Written by one of the giants in Sci-fi, this book was shortlisted for for the 2009 Arthur C. Clarke Award. It stands out for how unique the concepts are and how far out in the future (6 million years) it takes place. It's no small feat to conceptualize some really rich ideas and then carry off a compelling story, but Reynolds does it.
A synopsis of the book would be too long here, but the central theme is around families or "lines" of clones called "shatterlings" (specifically the Gentian line) as they travel the galaxy and come in conflict with other clone lines.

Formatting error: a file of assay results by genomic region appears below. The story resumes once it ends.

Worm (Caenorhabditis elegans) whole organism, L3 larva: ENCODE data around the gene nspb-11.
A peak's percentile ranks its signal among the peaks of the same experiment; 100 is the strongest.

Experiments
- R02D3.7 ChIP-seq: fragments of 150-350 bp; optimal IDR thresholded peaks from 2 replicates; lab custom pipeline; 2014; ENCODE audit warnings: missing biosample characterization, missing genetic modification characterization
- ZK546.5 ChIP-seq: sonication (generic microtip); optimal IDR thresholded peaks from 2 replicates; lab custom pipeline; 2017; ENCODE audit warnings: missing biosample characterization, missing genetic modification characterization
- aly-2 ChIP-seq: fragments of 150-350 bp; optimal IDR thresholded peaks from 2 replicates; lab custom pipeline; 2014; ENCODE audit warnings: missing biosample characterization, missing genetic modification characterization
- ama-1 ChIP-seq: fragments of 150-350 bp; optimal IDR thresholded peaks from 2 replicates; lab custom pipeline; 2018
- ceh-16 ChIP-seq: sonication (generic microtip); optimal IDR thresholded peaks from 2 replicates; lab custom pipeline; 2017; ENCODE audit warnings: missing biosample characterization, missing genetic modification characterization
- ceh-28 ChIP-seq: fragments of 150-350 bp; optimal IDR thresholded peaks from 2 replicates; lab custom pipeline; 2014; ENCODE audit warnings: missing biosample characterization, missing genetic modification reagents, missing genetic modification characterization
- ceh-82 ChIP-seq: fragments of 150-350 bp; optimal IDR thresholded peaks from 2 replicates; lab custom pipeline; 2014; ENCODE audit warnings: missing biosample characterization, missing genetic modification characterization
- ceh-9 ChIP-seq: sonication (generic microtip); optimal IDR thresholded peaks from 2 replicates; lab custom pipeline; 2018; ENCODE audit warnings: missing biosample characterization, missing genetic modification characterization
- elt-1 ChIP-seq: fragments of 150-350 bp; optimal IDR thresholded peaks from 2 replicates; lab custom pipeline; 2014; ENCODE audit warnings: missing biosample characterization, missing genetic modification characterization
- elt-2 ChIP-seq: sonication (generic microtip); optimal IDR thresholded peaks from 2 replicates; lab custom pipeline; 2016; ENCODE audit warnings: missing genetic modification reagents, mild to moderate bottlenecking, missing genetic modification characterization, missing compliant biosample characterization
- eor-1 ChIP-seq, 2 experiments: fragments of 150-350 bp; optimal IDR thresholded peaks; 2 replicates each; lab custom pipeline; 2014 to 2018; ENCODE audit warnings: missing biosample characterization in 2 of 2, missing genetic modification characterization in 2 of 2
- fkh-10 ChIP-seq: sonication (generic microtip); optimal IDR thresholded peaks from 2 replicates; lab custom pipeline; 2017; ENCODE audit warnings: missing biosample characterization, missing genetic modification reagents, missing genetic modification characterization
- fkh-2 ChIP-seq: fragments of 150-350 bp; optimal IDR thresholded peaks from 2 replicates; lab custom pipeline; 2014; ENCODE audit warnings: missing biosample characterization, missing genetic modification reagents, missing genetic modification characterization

The two Gentian protagonists, Campion and Purslane encounter an emergency distress signal from Fescue, another Gentian shatterling. There was a vicious attack on the reunion world; an ambush in which the majority of the Gentian Line was wiped out. The identity of the responsible party is unknown, but the attackers used the supposedly long-vanished 'Homunculus' weapons – monstrous spacetime-bending weapons that were created ages ago, but were ordered to be destroyed by another Line.
Campion and Purslane now must fight for their very existence within a universe of really interesting ideas and concepts - including the mystery of "the absence" - the complete disappearance of the Andromeda galaxy.
The story has machine people, clones, posthumanism, wormhole travel and more. It's one of the most unique books I have ever consumed. I read the audiobook by John Lee, and I can't recommend that version enough. Don't miss this one.